Lower Glen Ellis Falls, New Hampshire

Below Glen Ellis Falls, there are a number of other very interesting, or at least photogenic, drops along the river. In order to view these lower falls (or maybe better described as cascades), you do have to veer from the path and do a little climbing down the hill that follows the river further downstream. It is not a particularly steep hill, and there are very clearly tracks where people have walked before to see these falls. While they are not nearly as impressive as Glen Ellis Falls, they still have a beauty to them. I think that the drop shown in the first picture below is actually very cool, and a photographer could have a lot of fun photographing the falls at longer shutter speeds.

Directions:

  1. I arrived at the falls from US-302. At the junction of US-302 and NH-16, head north (really the only option).
  2. After heading north on NH-16/Pinkham Notch Road for a ways, you’ll come to the parking area for the falls. If you’re heading north, it will be on the left side of the road, clearly marked with a sign for Glen Ellis Falls.
  3. The parking area had openings, which was surprising since it was Labor Day weekend, so you’ll probably be able to find spots most anytime. From there, head toward the trail to Glen Ellis Falls.
  4. You’ll pass under NH-16 through a tunnel, and then from there, follow the stairs down to the falls. There are a number of stairs.
  5. After walking down the stairs, detour so that you head further downstream, following the river.

Accessibility: 6/10 (moderate)
Height: 20′
Length of Hike: 0.8 miles round-trip

One portion of Lower Glen Ellis Falls (September 2010)

Second portion of Lower Glen Ellis Falls

Where in the World is Lower Glen Ellis Falls?

Glen Ellis Falls, New Hampshire

Glen Ellis Falls in September 2010

Glen Ellis Falls is a perfect example of how people can view waterfalls differently. There were a number of waterfalls in New Hampshire in the White Mountains area that I had visited before Glen Ellis Falls, and many of those falls were rated more highly. While many of those falls, like Ripley and Arethusa Falls, were pretty, I just wasn’t overwhelmingly impressed. I hadn’t really seen any waterfall that stood out to me. I hadn’t necessarily even planned on visiting Glen Ellis Falls, it just so happened to be on the route I was taking heading in to Maine.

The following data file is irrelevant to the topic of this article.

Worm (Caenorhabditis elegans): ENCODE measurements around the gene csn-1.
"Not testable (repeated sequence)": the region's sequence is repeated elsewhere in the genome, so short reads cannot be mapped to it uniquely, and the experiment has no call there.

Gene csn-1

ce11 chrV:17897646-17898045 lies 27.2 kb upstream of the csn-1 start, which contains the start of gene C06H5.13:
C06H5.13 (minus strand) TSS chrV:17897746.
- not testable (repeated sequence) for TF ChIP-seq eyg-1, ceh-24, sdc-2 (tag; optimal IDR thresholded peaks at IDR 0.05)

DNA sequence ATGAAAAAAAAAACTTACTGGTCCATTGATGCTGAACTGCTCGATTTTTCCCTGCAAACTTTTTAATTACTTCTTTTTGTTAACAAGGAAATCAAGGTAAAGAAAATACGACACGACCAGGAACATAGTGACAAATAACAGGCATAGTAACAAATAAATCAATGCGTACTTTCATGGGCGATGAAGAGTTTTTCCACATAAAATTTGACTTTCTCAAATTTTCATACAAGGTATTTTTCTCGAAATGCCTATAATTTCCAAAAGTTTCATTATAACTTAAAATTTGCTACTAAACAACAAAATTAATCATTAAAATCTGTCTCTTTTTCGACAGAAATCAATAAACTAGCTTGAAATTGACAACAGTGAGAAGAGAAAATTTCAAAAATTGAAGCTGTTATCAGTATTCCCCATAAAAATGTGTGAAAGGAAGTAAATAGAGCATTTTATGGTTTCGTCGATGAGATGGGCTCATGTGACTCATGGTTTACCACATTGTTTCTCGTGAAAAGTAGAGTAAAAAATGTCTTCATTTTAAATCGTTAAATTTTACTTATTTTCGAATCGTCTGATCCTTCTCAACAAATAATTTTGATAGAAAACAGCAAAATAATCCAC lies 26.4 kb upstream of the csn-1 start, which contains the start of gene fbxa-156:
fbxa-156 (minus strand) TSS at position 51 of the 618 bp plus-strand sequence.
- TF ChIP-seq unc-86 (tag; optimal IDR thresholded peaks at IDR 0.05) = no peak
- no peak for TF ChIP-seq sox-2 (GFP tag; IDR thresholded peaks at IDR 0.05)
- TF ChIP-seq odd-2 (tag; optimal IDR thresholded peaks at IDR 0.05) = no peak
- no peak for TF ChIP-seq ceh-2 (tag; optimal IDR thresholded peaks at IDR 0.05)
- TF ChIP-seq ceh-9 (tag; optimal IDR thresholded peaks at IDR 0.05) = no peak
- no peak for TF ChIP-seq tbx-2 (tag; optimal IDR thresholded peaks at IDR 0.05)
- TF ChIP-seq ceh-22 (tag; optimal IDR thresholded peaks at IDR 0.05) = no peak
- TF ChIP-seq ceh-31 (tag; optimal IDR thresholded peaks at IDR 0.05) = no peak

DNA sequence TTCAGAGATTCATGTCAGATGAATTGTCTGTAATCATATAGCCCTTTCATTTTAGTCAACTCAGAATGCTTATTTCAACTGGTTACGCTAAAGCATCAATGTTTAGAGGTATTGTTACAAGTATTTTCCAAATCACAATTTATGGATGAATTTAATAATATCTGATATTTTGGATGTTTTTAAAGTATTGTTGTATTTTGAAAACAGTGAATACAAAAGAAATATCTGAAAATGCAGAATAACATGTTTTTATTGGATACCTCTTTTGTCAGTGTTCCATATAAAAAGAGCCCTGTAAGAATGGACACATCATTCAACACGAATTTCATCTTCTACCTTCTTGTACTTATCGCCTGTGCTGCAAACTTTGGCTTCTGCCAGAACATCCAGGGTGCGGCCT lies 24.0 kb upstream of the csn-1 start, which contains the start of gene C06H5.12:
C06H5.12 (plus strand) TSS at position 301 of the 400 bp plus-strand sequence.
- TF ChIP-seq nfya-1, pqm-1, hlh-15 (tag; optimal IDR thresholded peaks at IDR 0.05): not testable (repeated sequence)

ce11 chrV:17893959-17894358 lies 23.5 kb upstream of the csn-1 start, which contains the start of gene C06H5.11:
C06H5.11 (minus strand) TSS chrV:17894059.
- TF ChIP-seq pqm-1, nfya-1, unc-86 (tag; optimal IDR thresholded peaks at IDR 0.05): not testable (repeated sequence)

So I was VERY pleasantly surprised when I got my first glimpse of Glen Ellis Falls from the base. The waterfall is about 60+’ tall, but wow, is it a powerful waterfall.  There may be the same amount of water at other falls nearby, but here all of the water is forced through a crest that is not that wide. I instantly knew, though, that this was going to be one my favorite waterfalls from my trip through Vermont, New Hampshire, and Maine. Glen Ellis Falls was so inviting.

Not to mention that it’s also a VERY easy waterfall to visit. To visit Arethusa and Ripley Falls, I had to take longer walks, not that they were too bad. The short hike to Glen Ellis Falls is an added benefit. You can add on the falls by exploring further downstream, where there are a number of other interesting drops.

Directions:

  1. I arrived at the falls from US-302. At the junction of US-302 and NH-16, head north (really the only option).
  2. After heading north on NH-16/Pinkham Notch Road for a ways, you’ll come to the parking area for the falls. If you’re heading north, it will be on the left side of the road, clearly marked with a sign for Glen Ellis Falls.
  3. The parking area had openings, which was surprising since it was Labor Day weekend, so you’ll probably be able to find spots most anytime. From there, head toward the trail to Glen Ellis Falls.
  4. You’ll pass under NH-16 through a tunnel, and then from there, follow the stairs down to the falls. There are a number of stairs.

Accessibility: 9/10 (without further exploration)
Height: 64′
Length of Hike: 0.6 miles round-trip

Where in the World is Glen Ellis Falls?